Windows 8 has got a new feature that allows you to login to your computer using a 4-digit PIN code:
Over the years we've been taught that we should always protect our accounts with secure passwords that consist of both lower- and uppercase letters and digits and have a length of at least 7-10 characters. The new PIN policy contradicts with this idea.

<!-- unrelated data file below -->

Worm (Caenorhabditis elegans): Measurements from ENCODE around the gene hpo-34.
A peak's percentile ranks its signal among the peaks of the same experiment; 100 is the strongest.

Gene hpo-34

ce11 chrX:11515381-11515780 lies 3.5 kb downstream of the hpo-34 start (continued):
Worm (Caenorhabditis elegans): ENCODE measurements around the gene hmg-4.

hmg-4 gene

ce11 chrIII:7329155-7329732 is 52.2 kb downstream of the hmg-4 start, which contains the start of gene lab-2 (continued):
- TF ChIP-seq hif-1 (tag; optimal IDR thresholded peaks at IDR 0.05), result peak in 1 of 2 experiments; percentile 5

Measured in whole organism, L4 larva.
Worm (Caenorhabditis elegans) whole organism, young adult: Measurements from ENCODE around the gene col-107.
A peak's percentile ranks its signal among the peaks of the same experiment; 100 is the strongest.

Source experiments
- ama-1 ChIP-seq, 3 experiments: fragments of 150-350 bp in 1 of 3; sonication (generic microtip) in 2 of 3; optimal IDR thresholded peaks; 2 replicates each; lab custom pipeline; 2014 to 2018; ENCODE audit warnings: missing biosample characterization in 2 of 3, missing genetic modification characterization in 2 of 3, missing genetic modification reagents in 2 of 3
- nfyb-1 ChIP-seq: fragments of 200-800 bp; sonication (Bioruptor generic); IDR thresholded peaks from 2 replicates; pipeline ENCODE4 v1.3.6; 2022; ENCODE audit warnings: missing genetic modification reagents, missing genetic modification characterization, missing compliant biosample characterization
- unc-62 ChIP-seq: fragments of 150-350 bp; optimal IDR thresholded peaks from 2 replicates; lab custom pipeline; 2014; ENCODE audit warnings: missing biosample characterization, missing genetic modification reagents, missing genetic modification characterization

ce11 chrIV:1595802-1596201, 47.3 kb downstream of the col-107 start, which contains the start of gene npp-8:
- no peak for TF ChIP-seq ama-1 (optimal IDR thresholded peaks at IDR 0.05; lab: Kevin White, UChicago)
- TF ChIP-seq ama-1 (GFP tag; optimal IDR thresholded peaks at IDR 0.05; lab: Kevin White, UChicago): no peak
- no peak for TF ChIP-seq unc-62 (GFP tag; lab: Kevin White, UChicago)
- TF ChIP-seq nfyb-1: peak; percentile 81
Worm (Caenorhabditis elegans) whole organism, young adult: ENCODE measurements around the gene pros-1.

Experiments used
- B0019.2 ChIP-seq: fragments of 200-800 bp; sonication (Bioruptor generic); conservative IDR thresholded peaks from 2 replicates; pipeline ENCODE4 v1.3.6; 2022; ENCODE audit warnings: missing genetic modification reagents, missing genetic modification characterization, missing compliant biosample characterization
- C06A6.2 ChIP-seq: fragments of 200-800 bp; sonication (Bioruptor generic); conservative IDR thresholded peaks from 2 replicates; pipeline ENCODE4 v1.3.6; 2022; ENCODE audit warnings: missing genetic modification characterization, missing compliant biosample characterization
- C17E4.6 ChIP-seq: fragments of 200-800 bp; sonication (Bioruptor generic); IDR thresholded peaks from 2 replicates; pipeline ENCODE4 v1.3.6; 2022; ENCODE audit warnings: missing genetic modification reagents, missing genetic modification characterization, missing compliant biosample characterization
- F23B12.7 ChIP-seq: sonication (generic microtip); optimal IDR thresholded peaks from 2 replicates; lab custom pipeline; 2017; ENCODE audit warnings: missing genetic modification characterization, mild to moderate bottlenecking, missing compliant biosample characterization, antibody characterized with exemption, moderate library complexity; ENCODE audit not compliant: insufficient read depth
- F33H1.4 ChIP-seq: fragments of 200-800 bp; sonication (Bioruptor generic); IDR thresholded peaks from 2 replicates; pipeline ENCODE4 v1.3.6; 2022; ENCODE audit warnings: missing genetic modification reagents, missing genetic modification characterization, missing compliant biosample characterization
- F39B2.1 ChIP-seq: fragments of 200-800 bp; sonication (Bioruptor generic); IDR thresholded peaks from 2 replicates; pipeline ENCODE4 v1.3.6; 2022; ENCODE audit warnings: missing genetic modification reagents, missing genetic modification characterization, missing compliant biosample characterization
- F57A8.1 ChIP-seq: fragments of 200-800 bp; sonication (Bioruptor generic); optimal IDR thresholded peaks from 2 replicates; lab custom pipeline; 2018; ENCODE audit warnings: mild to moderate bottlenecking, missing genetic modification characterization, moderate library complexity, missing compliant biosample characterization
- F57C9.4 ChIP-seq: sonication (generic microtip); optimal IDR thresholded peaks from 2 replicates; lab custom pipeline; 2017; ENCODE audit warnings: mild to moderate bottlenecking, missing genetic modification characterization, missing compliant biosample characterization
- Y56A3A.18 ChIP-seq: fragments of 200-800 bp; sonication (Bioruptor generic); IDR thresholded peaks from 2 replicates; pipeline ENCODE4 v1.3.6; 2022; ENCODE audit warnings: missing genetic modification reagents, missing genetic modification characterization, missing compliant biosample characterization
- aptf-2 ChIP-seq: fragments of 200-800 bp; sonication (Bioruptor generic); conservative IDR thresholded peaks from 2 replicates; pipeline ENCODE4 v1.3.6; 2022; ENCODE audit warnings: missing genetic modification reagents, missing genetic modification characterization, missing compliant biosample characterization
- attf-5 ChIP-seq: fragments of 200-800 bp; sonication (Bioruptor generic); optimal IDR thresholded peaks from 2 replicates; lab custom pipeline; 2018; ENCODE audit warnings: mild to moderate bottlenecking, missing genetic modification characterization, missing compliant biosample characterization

If we're actually able to set a 4-digit password (and in Windows 8 we are), how is that different from the PIN-code? In my opinion, the PIN actually tells the intruder "hey, the owner only used a 4-digit password, so use the alphabet of 0-9 for your brute-force attack, it will be much faster".
To have a more convenient way to sign in, we can also set a 3-, or even a 2-digit password, which is not possible for a PIN code.
So what is the exact purpose of the feature, if it's definitely less secure and not more convenient than the good old password?